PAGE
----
Thursday, December 22, 2011

a bullet for fredo

2 part Nardini Aquavite Bassano Riserva Aged Grappa
2 part Perucchi Vermouth Blanc
1 part Campari

Compound the mixture for bottling and refrigerate. Serve chilled and undiluted in a small cocktail glass. Twist a grapefruit peel over the top and discard.

For my second drink at Brick & Mortar, I narrowed down my choices to two, and bartender Evan Harrison's description of A Bullet for Fredo won me over. With two of the three ingredients being Italian, the drink being named after the Godfather movies seemed perfect. Part of what convinced me was that I became intrigued about it being undiluted; the other part was the mention of a curious chocolate note in the drink that Evan could not attribute. When I was shown the bottle of grappa, I was able to search on my phone to discover that it had spent 15 years in Slovenian oak and that one review declared hints of spice, vanilla, and tobacco from the aging process. With the grappa weighing in at 100 proof and no water added, I calculated the drink to be 64 proof in perhaps a 4 ounce glass; potent but not overly so. When I later praised Misty Kalkofen about the grappa in the drink, she commented that the bar's staff favored drinking this grappa over other spirits during training.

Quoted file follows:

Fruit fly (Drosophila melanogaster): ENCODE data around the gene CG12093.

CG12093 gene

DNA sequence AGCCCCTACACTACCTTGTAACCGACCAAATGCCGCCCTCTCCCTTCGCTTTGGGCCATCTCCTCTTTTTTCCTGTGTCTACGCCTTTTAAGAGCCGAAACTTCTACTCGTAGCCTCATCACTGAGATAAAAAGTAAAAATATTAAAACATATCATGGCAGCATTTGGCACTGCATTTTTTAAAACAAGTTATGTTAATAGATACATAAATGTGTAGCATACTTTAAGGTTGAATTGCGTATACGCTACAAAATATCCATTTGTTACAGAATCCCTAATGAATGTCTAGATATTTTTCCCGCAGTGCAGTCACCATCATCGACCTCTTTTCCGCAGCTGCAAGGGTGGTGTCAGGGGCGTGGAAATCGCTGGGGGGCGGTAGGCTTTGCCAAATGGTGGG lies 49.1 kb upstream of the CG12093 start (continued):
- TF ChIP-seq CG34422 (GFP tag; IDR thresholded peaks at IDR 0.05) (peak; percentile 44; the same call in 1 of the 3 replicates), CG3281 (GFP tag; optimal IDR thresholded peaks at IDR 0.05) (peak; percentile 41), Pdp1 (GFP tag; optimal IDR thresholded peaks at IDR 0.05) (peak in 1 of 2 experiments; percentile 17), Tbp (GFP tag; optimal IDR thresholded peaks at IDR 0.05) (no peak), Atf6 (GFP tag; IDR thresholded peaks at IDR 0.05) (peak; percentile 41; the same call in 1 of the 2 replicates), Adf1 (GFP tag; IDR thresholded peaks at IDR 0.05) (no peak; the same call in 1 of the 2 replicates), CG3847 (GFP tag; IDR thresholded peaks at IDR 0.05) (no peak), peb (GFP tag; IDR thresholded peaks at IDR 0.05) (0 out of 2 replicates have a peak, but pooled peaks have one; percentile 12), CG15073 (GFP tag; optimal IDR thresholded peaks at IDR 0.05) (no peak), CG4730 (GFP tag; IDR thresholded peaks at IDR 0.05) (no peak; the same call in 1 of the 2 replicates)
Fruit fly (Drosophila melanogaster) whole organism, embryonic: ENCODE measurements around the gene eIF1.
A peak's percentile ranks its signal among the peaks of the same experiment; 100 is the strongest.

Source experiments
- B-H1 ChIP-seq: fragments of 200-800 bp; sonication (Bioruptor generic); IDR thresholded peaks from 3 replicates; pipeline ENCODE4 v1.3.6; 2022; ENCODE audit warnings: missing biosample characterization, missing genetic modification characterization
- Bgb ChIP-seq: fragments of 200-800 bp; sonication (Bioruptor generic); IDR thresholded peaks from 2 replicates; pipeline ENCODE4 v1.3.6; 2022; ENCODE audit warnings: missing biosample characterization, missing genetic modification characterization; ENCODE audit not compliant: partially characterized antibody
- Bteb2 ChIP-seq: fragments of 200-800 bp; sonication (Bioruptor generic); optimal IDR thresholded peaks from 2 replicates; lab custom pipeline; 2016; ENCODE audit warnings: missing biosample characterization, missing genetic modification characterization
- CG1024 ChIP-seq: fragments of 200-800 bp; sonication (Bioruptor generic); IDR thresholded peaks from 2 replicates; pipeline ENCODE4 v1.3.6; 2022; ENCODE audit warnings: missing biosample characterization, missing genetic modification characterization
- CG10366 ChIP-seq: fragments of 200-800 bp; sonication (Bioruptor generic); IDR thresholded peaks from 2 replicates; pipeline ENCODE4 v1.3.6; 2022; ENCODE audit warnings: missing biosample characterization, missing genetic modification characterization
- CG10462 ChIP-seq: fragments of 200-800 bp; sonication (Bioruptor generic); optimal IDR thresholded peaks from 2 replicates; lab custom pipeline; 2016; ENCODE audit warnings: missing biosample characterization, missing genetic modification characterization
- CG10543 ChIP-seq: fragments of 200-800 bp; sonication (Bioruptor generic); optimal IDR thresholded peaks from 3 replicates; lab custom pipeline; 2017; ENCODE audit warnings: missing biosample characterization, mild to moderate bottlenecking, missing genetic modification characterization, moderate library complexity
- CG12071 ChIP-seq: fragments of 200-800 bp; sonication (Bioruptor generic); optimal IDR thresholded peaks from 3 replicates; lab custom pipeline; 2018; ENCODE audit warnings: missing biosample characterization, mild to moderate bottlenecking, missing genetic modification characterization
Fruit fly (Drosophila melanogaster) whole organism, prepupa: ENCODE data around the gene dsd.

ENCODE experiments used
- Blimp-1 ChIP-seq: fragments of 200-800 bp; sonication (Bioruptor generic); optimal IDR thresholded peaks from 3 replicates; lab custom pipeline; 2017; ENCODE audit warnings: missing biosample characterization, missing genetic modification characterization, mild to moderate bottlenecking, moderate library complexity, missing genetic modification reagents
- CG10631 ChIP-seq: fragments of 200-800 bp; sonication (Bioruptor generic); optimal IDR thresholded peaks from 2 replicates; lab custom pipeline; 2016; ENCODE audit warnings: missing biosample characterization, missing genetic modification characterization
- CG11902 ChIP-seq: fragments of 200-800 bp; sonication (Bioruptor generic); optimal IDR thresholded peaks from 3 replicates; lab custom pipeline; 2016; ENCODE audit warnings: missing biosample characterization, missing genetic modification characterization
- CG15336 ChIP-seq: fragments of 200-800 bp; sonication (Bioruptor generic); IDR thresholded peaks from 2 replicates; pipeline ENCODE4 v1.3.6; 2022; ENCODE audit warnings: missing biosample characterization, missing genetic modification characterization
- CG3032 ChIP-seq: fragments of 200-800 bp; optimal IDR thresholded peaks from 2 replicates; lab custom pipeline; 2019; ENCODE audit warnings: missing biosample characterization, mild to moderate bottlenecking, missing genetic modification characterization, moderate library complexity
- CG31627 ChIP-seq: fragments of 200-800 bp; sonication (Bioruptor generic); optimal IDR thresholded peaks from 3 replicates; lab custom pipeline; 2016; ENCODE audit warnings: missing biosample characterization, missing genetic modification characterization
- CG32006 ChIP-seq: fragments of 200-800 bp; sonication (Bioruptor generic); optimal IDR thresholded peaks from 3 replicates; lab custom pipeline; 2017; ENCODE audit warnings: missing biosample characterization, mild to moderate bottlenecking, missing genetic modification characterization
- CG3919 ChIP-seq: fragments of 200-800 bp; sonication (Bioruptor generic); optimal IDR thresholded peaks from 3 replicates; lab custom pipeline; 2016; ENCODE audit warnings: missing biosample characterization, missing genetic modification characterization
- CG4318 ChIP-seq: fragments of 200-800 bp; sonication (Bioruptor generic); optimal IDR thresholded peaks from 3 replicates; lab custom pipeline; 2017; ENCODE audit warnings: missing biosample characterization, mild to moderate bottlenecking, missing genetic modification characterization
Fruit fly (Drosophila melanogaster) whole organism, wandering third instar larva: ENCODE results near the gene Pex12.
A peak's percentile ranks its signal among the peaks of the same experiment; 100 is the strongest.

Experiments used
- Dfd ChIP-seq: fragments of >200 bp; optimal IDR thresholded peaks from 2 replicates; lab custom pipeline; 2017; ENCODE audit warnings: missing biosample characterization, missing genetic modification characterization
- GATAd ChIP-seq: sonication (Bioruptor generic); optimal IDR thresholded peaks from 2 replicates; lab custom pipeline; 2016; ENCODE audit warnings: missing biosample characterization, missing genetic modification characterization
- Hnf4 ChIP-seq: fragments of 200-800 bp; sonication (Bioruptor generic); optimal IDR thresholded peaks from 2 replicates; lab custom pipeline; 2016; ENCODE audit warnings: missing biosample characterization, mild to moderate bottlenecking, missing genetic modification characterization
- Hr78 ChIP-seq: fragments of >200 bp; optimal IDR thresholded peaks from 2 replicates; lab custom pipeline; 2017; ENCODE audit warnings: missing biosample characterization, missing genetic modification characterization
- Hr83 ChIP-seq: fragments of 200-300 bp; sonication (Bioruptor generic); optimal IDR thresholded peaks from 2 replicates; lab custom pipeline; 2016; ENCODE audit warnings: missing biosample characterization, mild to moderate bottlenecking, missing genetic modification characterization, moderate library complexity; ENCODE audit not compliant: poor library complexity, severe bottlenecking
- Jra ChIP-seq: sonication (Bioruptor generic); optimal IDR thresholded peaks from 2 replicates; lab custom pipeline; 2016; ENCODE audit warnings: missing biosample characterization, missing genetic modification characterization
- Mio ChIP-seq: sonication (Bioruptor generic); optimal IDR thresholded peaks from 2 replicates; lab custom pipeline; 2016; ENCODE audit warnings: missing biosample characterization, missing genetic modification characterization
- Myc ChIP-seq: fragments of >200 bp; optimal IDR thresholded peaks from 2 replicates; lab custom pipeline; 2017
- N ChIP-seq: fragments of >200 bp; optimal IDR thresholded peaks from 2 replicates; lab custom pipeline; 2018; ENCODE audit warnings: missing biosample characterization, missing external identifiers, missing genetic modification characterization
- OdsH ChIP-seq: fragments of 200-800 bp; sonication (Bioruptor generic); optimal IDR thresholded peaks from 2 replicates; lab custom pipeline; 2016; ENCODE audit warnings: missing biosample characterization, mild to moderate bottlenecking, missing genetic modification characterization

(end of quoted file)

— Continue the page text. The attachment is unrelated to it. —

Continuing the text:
The drink began with the complementary pairing of grapefruit oil and Campari which has worked well in other drinks. The sip then offered up a funky grape flavor with almost citrussy notes; I initially attributed this from carrying over from the twist although the vermouth and the grappa could have also played a part. On the swallow, the Campari's bitterness accompanied that quirky note that Evan described. Indeed, this note started chocolate and ended tobacco. Perhaps in a pinch, taking an unaged grappa and adding a dash of chocolate bitters could substitute this effect. Overall, A Bullet for Fredo was very different from a Negroni, for it was less rich, grapey, and herbal in its balance.


Seann said...

I believe the vermouth used was Perucchi. Evan gave me a sip when I inquired... A sweet, blanco vermouth. Pretty awesome.

frederic said...

Thanks! I do not recall why I assumed it was dry vermouth (besides color) unless the menu said that. I'll change it here and confirm it/grab a taste of it later.